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RED Explains How Hydrogen One’s Holographic Display Actually Works

red hydrogen one holographic phone

At the beginning of last month, RED (known for its cinema cameras) released their first smartphone. They even opened pre-orders, although the Hydrogen One phones are set to hit the market in the first half of 2018. Since it’s the company’s first take on a smartphone, attracting customers would have been a challenge, RED realized. So, they’ve come up with a pretty special incentive – a “holographic” display. Until now, we didn’t know what that entailed; fortunately, RED disclosed some precious details regarding the technology behind the display #mobilemagic

RED revealed that they’ve partnered up with a startup named Leia Inc. in a recent press release. Leia started as a spin-off from HP’s research laboratories in 2014 and has developed “a complete lightfield “holographic” display solution for mobile devices, through proprietary hardware and software.”

The display works through diffraction, generating a lightfield illumination with a layer of nano-structures that are added afterwards to a conventional LCD. That said, it shouldn’t compromise battery life or the quality of the display when it’s not used for holographic purposes. When it is, though, the screen attempts to project 3D objects so the user can see them from different angles, depending on its position in regards to the device.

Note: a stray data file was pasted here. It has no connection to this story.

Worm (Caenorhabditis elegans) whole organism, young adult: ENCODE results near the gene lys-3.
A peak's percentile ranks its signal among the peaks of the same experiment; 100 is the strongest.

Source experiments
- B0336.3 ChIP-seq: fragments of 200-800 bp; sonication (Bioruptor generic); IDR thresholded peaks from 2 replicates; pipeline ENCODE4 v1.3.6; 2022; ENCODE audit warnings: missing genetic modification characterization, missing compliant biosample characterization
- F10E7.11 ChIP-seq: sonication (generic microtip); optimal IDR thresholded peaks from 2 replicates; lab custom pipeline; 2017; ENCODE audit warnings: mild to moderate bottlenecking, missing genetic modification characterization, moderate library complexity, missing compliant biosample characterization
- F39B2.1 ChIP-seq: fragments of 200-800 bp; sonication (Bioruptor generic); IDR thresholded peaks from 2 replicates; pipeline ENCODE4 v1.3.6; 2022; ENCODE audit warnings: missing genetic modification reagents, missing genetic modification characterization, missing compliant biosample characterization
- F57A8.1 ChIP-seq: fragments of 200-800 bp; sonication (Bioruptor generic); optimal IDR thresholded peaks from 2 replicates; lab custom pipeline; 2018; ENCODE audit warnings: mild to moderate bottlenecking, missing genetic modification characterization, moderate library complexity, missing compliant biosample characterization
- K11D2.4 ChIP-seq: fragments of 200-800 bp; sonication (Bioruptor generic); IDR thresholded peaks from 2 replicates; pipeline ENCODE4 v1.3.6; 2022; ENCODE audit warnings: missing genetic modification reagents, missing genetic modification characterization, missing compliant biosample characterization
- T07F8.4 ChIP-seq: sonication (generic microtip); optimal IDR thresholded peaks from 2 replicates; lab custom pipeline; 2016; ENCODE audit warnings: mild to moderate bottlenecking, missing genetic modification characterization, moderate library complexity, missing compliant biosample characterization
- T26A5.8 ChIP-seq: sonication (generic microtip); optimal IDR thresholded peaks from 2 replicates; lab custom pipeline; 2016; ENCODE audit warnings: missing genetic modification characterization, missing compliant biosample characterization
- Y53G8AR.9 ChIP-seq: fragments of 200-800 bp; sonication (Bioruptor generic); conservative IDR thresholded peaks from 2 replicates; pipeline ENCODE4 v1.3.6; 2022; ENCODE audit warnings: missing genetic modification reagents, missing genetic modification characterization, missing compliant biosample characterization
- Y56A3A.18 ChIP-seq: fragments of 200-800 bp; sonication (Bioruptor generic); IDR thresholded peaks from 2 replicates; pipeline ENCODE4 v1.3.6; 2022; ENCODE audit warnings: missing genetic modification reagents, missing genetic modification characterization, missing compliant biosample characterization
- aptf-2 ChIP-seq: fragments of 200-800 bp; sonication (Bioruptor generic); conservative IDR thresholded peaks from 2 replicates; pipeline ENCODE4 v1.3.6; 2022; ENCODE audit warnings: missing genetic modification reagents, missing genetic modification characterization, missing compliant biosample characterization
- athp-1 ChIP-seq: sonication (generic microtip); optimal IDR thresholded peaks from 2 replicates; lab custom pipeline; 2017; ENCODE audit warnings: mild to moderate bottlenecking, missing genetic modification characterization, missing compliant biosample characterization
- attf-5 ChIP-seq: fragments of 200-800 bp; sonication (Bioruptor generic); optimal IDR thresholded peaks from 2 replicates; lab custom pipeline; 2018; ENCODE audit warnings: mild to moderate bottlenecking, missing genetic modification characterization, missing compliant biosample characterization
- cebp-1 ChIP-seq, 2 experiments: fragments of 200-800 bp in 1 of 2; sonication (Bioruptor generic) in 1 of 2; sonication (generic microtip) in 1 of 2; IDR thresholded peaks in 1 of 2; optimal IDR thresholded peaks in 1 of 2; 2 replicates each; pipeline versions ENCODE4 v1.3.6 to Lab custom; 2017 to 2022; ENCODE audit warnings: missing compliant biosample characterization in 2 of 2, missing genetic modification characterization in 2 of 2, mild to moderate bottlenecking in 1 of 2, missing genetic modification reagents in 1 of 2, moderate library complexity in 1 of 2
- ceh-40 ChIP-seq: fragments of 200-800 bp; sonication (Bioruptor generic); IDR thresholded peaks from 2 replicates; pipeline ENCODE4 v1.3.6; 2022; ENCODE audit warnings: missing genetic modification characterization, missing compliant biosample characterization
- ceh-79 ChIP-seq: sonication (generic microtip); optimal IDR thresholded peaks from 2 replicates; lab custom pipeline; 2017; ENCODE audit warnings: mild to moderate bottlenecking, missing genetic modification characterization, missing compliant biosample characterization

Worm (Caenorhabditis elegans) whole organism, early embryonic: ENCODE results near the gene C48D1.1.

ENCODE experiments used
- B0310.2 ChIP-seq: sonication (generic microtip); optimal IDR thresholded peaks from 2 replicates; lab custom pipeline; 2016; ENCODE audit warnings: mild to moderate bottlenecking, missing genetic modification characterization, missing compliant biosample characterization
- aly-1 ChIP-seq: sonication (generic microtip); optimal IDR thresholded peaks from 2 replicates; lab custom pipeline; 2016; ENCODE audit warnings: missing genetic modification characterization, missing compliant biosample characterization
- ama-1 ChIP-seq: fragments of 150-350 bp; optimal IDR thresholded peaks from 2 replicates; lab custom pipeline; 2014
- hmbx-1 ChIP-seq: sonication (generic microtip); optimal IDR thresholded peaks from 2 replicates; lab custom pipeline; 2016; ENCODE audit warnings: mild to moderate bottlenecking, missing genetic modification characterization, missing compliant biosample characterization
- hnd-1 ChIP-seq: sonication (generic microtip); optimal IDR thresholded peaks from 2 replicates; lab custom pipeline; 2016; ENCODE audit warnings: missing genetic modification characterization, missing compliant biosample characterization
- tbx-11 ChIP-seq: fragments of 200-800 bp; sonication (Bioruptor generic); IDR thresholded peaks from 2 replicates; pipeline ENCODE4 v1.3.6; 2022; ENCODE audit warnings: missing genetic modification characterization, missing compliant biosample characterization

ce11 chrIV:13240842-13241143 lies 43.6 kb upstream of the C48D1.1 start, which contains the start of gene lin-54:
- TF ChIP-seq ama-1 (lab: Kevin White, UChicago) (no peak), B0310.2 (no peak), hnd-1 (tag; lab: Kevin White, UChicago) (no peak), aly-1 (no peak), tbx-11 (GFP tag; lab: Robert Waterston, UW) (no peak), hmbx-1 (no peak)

That sound fun, but is it viable? After all, content is king. If RED and Leia can’t provide appropriate content for their tech to make sense in today’s mobile landscape, Hydrogen One might be a flop. So far, they’re seeing its use while watching movies, playing games and even sending messages on social media platforms.

If you want to take the risk, head to their website. RED Hydrogen One is currently up for pre-order at $1,195 (aluminum) or $1,595 (titanium).

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